That is from a new NBER working paper by Nikita Melnikov, Carlos Schmidt-Padilla, and Maria Micaela Sviatschi.

Unintended Consequences of Criminalizing Sex Work

We examine the impact of criminalizing sex work, exploiting an event in which local officials unexpectedly criminalized sex work in one district in East Java, Indonesia, but not in neighboring districts. We collect data from female sex workers and their clients before and after the change. We find that criminalization increases sexually transmitted infections among female sex workers by 58 percent, measured by biological tests. This is driven by decreased condom access and use. We also find evidence that criminalization decreases earnings among women who left sex work due to criminalization, and decreases their ability to meet their children’s school expenses while increasing the likelihood that children begin working to supplement household income. While criminalization has the potential to improve population STI outcomes if the market shrinks permanently, we show that five years post-criminalization the market has rebounded and the probability of STI transmission within the general population is likely to have increased.

That is from a new NBER working paper by Lisa Cameron, Jennifer Seager, and Manisha Shah.

America fact of the day

…according to recent polls from Quinnipiac and Monmouth, 38 percent of registered Hispanic voters in 10 battleground states may be ambivalent about even voting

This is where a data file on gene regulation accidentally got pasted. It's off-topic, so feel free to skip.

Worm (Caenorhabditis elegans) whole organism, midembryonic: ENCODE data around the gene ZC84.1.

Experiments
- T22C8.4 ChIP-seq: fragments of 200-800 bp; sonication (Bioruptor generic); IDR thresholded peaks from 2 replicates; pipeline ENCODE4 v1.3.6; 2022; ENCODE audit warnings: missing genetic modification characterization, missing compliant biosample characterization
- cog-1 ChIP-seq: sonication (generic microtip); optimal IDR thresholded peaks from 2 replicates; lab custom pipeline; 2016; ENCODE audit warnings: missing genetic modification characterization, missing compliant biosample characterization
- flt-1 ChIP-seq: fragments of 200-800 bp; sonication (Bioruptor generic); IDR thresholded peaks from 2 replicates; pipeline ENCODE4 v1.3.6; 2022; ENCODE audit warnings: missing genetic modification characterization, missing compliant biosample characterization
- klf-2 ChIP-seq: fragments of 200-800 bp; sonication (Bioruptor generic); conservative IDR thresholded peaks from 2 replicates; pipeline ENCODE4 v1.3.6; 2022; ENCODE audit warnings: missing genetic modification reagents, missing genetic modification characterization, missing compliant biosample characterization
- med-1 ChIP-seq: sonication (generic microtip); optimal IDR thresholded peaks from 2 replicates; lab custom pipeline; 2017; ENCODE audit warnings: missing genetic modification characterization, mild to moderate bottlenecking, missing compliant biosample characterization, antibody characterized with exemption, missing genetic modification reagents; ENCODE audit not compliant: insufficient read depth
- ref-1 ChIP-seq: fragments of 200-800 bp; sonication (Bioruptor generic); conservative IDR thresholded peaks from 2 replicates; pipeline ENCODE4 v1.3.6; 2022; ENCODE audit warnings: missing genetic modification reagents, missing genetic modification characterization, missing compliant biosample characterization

Progressives commonly categorize Latinos as people of color, no doubt partly because progressive Latinos see the group that way and encourage others to do so as well. Certainly, we both once took that perspective for granted. Yet in our survey, only one in four Hispanics saw the group as people of color.

Here is more from Ian Haney López and 

Claims about antibodies and T-cells and Sweden

Buggert’s study in Sweden seems to support this position. Investigating close family members of patients with confirmed covid-19, he found T cell responses in those who were seronegative or asymptomatic. While around 60% of family members produced antibodies, 90% had T cell responses. (Other studies have reported similar results.) “So many people got infected and didn’t create antibodies,” concludes Buggert.

That is from Peter Doshi, mostly a survey on pre-existing immunity, interesting and useful and properly agnostic throughout.  Here is a version of the Buggert piece, also with a link to the published version.

Note two things.  First, “the kooks” saw this possibility first, and insisted on its relevance, to their credit.  Second, many of “the kooks” are overly dogmatic, not always to be trusted, and they commonly shift the goalposts (when predictions about cases are falsified, they switch to pretending those were predictions about deaths).  Often the non-kooks do that too of course.